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Old 10-17-2014, 08:26 AM   #9
slartidbartfast
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Quote:
"Motorcycles are much more susceptible to hydroplaning than cars are. If you compare a motorcycle tire to a car’s tire, it has much less tread and less depth to the tread. So, as a result it has less ability to channel the water away."
That's a pretty matter-of-fact statement given that there is no supporting information in the article and that it goes exactly against other statements I have come across. It certainly raises the question of the science but my gut feel is that it is BS.
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Old 10-17-2014, 08:26 AM   #10
SteelJM1
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And he also apparenty forgot that MC tires are not flat... so they cut though the water more better.

Ah, nothing like idiots spouting off about stuff they know nothing aobut. He should be a politician.

He knows just enough to be dangerous
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Old 10-17-2014, 06:59 PM   #11
falcofred
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Quote:
Originally Posted by SteelJM1 View Post
And he also apparenty forgot that MC tires are not flat... so they cut though the water more better.

Ah, nothing like idiots spouting off about stuff they know nothing aobut. He should be a politician.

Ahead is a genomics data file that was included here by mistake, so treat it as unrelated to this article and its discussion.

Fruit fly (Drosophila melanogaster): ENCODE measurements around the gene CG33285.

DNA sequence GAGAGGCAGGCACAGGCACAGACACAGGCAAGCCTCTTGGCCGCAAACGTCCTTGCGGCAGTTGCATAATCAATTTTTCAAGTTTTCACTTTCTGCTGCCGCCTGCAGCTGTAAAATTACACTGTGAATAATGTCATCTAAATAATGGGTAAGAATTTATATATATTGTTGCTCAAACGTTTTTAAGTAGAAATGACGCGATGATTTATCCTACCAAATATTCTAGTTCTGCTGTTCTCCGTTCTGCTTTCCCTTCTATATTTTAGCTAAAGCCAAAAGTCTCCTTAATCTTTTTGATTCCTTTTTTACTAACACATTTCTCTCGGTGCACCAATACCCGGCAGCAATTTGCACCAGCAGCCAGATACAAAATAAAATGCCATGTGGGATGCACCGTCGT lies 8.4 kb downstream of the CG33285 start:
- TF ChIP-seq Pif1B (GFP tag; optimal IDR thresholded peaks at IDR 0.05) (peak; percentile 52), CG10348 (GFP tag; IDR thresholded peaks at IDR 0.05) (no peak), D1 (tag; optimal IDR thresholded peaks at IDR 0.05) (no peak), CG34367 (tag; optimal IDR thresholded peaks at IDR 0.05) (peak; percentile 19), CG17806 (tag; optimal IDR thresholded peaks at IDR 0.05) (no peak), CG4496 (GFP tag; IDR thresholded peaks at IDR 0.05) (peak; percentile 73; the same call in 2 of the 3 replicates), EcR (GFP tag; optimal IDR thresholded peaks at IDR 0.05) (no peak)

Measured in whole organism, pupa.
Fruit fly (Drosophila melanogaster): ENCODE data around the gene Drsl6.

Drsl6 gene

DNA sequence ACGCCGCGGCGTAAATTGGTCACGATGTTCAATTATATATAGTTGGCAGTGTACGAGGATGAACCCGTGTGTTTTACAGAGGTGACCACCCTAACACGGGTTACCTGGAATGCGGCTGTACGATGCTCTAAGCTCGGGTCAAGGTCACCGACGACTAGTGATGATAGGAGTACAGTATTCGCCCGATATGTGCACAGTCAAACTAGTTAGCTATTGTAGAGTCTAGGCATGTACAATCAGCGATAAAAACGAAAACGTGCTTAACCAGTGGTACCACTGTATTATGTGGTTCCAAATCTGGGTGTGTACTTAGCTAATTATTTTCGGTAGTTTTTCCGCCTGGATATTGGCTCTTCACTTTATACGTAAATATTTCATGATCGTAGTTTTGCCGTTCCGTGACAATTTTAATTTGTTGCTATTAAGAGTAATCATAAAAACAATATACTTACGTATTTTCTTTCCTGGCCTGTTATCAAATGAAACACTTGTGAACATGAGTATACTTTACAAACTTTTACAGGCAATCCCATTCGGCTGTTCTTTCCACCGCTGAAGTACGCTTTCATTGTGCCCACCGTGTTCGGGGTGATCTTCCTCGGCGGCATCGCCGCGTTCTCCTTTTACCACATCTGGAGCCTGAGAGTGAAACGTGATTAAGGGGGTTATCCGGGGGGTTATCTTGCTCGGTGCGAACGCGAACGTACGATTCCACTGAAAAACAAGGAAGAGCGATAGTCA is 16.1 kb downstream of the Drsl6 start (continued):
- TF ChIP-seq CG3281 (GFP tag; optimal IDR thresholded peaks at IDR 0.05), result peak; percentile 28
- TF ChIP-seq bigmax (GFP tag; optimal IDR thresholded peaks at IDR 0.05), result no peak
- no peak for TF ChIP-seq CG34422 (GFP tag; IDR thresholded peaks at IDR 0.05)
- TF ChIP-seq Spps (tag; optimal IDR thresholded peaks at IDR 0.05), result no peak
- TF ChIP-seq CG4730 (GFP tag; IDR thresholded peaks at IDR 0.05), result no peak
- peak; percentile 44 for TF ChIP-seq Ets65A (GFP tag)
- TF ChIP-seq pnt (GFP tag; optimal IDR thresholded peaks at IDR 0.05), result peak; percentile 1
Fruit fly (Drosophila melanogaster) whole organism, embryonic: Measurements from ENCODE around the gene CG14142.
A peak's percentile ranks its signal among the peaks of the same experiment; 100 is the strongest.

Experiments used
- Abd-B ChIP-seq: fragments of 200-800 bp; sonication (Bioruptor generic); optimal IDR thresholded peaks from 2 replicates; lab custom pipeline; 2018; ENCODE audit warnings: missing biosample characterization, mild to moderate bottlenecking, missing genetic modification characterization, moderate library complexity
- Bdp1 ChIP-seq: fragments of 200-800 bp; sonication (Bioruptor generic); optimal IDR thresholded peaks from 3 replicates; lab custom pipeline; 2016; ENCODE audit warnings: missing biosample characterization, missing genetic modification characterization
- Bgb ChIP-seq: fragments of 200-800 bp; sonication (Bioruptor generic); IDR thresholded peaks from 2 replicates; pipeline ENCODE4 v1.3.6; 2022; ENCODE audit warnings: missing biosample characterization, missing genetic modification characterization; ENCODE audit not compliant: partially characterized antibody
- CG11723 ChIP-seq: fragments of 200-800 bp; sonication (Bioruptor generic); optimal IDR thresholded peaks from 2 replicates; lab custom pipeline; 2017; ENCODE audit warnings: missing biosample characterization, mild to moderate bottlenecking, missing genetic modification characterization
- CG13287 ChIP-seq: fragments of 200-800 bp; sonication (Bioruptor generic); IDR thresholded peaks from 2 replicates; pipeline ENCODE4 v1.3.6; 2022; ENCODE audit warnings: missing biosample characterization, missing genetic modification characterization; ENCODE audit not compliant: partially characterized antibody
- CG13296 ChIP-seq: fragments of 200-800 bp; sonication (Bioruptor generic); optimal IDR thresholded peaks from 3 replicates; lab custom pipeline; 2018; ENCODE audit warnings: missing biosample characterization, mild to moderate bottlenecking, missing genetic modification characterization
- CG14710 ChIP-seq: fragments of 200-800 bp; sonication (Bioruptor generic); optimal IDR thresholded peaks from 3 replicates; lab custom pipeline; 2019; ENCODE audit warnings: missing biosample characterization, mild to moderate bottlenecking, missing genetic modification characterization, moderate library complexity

He knows just enough to be dangerous

"more better"?
You calling someone else an idiot using a term like "more better", misspelling apparently and about?
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Old 10-17-2014, 07:33 PM   #12
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Somebody has no freaking idea what they're talking about. My moto tires have deeper tread and more channeling than any car tire I've ever seen...knobbies and semi-knobs tend to be that way. Truck/SUV tires are a different story though. Neither knobs nor truck/SUV tires are necessarily the best in the rain though. The best rain tires typically are narrow, made of sticky rubber, and have a lot of channeliing and siping with many smaller blocks of tread.

Motos don't typically have issues with hydroplaning as easy as cars or trucks/SUVs. The issues that motos have with wet roads are generally traction...and the fact that only one tire in front and one tire in rear are holding those ends stable. There isn't as much margin for error if/when a moto loses traction. A car can often slide and recover. A moto that starts sliding can easily lose control in an instant, beyond possible recovery, even with good tires. There just isn't as much margin for error on a moto.